Book Review: Handguns of the World

I normally don’t have all that much interest in coffee table type gun books – the glossy photos are nice, but they generally don’t have all that much actual information. I had assumed initially that “Handguns of the World” was another of these books, but I was quite mistaken. I initially gave it a second look because of the author – Edward Ezell is a very well-respected author of gun books, and I really enjoyed and appreciated his doctoral-thesis-turned-book, The Great Rifle Controversy.

What I found when I opened up his “Handguns of the World” was not a glitzy picture book, but instead an illustrated technical history of military handguns. The book (all 704 pages) is in black and white, but includes copious drawings, diagrams, and photographs of some pretty unusual and interesting handguns. What really grabbed me was the amount of research that went into the work, as Ezell goes into detail explaining the history and development of many of the families of pistols we know today, like the 1911 and the progression of open-slide Beretta automatics. And this doesn’t just cover self-loaders; military revolvers and their heritage back to the early Colt Paterson are covered in equal detail.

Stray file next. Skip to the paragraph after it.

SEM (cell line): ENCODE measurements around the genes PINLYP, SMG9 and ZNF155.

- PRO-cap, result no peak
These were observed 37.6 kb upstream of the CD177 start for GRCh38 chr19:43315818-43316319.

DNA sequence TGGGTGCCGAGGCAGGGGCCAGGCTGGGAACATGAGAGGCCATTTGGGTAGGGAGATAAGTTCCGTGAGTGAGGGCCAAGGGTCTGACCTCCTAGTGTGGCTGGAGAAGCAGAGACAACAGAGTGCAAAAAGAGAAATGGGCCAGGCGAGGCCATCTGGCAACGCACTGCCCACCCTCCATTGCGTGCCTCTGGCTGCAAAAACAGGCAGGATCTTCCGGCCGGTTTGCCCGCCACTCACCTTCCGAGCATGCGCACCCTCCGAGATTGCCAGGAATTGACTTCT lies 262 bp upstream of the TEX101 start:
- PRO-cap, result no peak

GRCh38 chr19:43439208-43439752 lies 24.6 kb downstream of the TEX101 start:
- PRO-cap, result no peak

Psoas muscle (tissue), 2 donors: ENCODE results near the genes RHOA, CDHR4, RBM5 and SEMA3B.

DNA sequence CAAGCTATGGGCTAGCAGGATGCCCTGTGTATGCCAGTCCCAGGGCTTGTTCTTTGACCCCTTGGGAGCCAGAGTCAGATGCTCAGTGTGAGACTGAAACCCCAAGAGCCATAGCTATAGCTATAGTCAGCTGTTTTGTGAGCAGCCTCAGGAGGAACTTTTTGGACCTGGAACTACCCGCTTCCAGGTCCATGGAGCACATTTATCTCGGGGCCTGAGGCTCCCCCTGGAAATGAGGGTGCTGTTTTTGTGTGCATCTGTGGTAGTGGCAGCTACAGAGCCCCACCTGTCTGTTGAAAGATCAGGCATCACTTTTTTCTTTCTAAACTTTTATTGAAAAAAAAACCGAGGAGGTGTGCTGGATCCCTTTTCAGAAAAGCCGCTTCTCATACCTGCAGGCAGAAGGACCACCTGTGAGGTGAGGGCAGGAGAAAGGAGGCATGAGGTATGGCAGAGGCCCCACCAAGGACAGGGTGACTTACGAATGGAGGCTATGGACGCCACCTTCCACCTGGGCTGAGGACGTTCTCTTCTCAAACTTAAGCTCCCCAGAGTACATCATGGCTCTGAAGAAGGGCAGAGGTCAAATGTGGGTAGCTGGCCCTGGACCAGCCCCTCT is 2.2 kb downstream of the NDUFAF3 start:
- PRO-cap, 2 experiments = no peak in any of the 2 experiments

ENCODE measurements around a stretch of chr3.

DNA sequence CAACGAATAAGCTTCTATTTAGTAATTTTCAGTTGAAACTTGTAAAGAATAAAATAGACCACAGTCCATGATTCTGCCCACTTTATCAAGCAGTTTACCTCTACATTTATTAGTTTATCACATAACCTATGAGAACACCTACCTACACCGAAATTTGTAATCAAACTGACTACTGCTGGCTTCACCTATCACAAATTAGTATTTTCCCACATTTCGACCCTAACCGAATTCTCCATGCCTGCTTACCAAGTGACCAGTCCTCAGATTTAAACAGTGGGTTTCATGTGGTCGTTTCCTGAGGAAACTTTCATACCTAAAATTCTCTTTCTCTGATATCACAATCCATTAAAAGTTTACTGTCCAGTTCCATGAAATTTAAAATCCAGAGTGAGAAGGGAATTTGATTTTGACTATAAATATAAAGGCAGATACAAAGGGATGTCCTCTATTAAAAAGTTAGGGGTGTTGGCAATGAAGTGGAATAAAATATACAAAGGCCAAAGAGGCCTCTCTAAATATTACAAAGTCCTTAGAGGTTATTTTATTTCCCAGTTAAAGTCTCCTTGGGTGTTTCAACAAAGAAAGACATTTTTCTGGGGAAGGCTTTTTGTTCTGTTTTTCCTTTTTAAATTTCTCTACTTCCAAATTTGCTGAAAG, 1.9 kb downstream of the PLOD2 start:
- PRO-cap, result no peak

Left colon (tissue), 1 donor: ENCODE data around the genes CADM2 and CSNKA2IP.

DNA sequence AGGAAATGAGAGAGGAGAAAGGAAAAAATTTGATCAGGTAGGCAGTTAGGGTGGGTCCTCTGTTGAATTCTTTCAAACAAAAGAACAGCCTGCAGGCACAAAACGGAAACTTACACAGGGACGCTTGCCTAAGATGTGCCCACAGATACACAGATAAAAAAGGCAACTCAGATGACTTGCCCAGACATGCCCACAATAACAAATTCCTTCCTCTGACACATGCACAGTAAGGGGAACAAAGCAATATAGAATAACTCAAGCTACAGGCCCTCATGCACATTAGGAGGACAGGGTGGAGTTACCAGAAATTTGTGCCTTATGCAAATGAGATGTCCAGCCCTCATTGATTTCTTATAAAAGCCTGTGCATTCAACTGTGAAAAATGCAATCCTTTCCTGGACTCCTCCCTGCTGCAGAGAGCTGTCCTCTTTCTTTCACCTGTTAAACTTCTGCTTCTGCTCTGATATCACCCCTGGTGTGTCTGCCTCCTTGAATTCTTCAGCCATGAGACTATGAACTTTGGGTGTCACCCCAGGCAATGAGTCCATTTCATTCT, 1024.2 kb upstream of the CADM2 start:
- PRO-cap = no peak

As of the time of writing, prices for used copies start at $1.63, which is basically like finding a copy just lying in your front yard. So if you’re interested, don’t delay – this is definitely a steal: